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Past vs Present...

Discussion in 'Professional Players' started by Matt Ross, Jun 28, 2003.

  1. Matt Ross

    Matt Ross Regular Member

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    Hi all,

    Just a thought that, whilst sitting here, crept into my mind. Would the world champ player of say the 1980's be able to compete with the world champs today? Technique is emphasised alot and practice of things like 'shadow' and split stepping is even more common.
    So, with all the development to the present day, would the world champs in their peak in say the 80's (a doubles pair), be able to keep up with the speed of say Ha/Kim due to the change in theory etc.

    Matt
     
  2. Hugo

    Hugo Regular Member

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    I've noticed that today's players are bigger and stronger and they have the advantage of the latest badminton technology. Today's game centers a lot around power and so the game has evolved at the fundamental level. Notice how nearly all international level MS or MD players will do jump-smashes today while that statement can only be said for perhaps the elite bunch of yesteryears.

    As a contrast, I made a statement in the "badminton videos" thread that the players of the 80's and 90's seemed more graceful and fluid-like, because their games did not center completely on power. Also, those players did not have Ultimum-Ti, or Muscle Power technology, etc. in their rackets.

    If all variables were kept the same (ie. same rackets, shoes), then I would think the best players of yesterday can beat the best of today. Li Yong Bo/Tian Bing Yi in their prime would definitely slaughter the current crop of Chinese MD players. similarly, I believe Zhao Jian Hua/Yang Yang could match Chen Hong/Xia Xuan Ze. Regarding Kim/Ha, I don't think they can beat their predecessors, Park Joo Boon/Kim Moon Soo.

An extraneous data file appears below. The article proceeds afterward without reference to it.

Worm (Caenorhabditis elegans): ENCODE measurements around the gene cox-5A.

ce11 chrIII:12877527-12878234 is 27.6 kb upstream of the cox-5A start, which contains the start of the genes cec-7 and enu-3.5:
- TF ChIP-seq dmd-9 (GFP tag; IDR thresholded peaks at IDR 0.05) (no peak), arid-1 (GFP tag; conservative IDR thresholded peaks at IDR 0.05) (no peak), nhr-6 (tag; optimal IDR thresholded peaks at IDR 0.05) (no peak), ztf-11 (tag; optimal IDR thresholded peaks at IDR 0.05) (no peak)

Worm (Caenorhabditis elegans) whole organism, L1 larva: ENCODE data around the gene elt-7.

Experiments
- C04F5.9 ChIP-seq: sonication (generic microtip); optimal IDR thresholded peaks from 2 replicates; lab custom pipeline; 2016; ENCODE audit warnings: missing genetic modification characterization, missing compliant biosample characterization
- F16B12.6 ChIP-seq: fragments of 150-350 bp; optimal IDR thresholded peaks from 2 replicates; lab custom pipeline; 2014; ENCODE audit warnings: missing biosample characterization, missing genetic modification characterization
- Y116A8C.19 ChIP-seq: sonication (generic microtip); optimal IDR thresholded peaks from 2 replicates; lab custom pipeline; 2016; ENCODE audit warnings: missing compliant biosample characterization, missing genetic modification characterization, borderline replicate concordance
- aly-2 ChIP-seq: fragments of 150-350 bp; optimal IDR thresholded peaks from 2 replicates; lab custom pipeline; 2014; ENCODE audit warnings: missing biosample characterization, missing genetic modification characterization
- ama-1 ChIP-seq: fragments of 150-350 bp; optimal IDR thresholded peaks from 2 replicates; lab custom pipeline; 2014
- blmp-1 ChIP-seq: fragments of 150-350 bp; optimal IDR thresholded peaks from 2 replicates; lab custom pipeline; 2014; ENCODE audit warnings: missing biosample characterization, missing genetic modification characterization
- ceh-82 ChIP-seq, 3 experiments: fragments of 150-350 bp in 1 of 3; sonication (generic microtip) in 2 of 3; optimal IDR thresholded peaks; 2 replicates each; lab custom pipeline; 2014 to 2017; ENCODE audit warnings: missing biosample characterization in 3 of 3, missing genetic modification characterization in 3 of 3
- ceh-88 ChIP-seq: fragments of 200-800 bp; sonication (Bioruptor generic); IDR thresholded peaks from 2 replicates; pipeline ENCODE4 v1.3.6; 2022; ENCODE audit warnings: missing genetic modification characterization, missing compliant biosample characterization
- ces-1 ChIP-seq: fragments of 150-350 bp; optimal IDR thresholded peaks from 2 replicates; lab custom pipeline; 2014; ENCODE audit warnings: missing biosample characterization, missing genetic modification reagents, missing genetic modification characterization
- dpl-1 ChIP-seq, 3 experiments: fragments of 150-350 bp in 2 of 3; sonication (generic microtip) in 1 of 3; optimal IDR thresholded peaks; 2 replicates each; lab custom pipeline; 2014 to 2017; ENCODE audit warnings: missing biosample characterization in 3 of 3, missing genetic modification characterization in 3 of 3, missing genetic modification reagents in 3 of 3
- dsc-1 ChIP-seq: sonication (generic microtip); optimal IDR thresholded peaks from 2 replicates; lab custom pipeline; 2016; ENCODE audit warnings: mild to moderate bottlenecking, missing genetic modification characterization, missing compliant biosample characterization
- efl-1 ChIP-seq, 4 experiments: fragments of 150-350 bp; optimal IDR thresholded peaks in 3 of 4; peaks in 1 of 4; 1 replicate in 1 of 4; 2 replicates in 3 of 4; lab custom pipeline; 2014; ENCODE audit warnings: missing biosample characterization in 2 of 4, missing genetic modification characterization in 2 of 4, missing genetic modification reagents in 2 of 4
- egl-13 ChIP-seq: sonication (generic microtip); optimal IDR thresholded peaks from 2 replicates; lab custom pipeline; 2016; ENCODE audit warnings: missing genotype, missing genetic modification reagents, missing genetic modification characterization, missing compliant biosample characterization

What do others think?
     
  3. Bbn

    Bbn Regular Member

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    Can't say I know much about men's doubles but I can make a bold statement

    in ladies singles.

    I think the ladies singles in 80's in the form of Li Ling Wei, Han Ai Ping,

    and 90's with Ye Zhao Ying and Camilla are much more skillfull than present with all

    their advantages. All four had wide range of strokes and could smash as well as

    the men.Can't see much to shout about in ladies' singles nowadays.

    Even in ladies doubles, Li Ying and Wu Dixi/Guan Wei Zhen could smash harder

    than the players today who appear to play a carefully calculated game to outlast

    opponents and make minimum mistakes.

    Anyway when I find the time I will add some more rare videos to SWJ's site to back

    my statements.
     
  4. Bbn

    Bbn Regular Member

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    Keep an eye out for the 1980 game between Liem Swie King vs Han Jian,

    it is a case of outlasting an opponent by conserving energy for the final dash.

    It is also the 1st time LSK was beaten for several years and the first time he lost his

    temper in a match by chucking his racquet in disgust.

    The 1982 match between Liem Swie King vs Misbun is also a classic of how not to

    play oneself to exhaustion but to leave some gas for the final surge.

    I think SWJ is going to post in his site after they are converted.
     
  5. dlp

    dlp Regular Member

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    The players of the early eighties would not be at the top now. Even with the modern rackets their game and fitness would not be on a par with todays top players. That is not to say that if those players could come through again today, given access to modern training, techiques, rackets, competition etc those players wouldn't still make it to the top since they were undoubtedly great champions.

    If you look at the early eighties the mens doubles was a totally different game, English and Scottish pairs were world class, the game was relatively slow and fitness was not well developed. When PJB, Sideks, BingYi/Yong Bo came onto the scene the game was revolutionised and England were suddenly nowhere. Park remained at the top for a long time. Even when he came back from retirement in 93/96 he was better than ever. He would possibly have matched Ricky/Rexy at their peak even though they came through a decade later. Even since then the game has gone up in speed again. So I think while a few of the greats were ahead of their time and could match the next generation the general standard has risen very sharply and your average player of 20 years ago would be totally outpaced in todays game.

    In general with modern training techniques/rackets giving the players such great speed and power the game has lost some of its charm. Similarly in tennis people fail to appreciate the brilliance of Sampras and talk about the skill of McEnroe etc, there just isn't the time nowadays to play the more graceful game and players now are packed with muscle , meaning their movement, although faster, isn't as graceful. Compare a distance runner with a sprinter, the runner looks more easy/graceful than the sprinter!